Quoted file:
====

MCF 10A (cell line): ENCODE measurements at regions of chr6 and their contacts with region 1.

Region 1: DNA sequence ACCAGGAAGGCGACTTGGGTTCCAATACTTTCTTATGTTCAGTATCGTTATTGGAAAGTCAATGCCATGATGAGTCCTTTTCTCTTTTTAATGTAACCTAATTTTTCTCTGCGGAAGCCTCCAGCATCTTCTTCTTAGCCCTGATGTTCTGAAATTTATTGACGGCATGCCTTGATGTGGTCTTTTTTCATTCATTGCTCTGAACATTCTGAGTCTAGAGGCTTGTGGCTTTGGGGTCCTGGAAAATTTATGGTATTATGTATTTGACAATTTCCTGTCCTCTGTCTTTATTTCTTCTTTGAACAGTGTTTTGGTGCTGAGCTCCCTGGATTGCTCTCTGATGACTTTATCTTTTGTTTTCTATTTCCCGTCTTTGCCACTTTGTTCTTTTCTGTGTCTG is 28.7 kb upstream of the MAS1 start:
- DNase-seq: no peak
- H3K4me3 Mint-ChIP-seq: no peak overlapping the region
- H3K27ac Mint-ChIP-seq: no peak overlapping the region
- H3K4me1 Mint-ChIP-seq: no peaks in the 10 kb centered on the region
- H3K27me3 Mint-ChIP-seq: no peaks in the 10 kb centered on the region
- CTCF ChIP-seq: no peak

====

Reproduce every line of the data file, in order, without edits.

MCF 10A (cell line): ENCODE measurements at regions of chr6 and their contacts with region 1.

Region 1: DNA sequence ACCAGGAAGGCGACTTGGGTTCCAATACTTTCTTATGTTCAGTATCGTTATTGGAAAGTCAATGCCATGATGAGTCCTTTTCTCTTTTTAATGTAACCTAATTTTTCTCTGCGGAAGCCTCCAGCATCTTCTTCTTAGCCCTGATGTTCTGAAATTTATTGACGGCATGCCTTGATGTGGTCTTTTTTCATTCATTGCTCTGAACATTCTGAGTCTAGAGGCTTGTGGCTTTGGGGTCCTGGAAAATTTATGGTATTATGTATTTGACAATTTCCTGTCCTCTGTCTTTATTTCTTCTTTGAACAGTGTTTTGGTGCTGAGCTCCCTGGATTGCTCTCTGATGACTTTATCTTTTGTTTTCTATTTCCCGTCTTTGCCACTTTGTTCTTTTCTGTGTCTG is 28.7 kb upstream of the MAS1 start:
- DNase-seq: no peak
- H3K4me3 Mint-ChIP-seq: no peak overlapping the region
- H3K27ac Mint-ChIP-seq: no peak overlapping the region
- H3K4me1 Mint-ChIP-seq: no peaks in the 10 kb centered on the region
- H3K27me3 Mint-ChIP-seq: no peaks in the 10 kb centered on the region
- CTCF ChIP-seq: no peak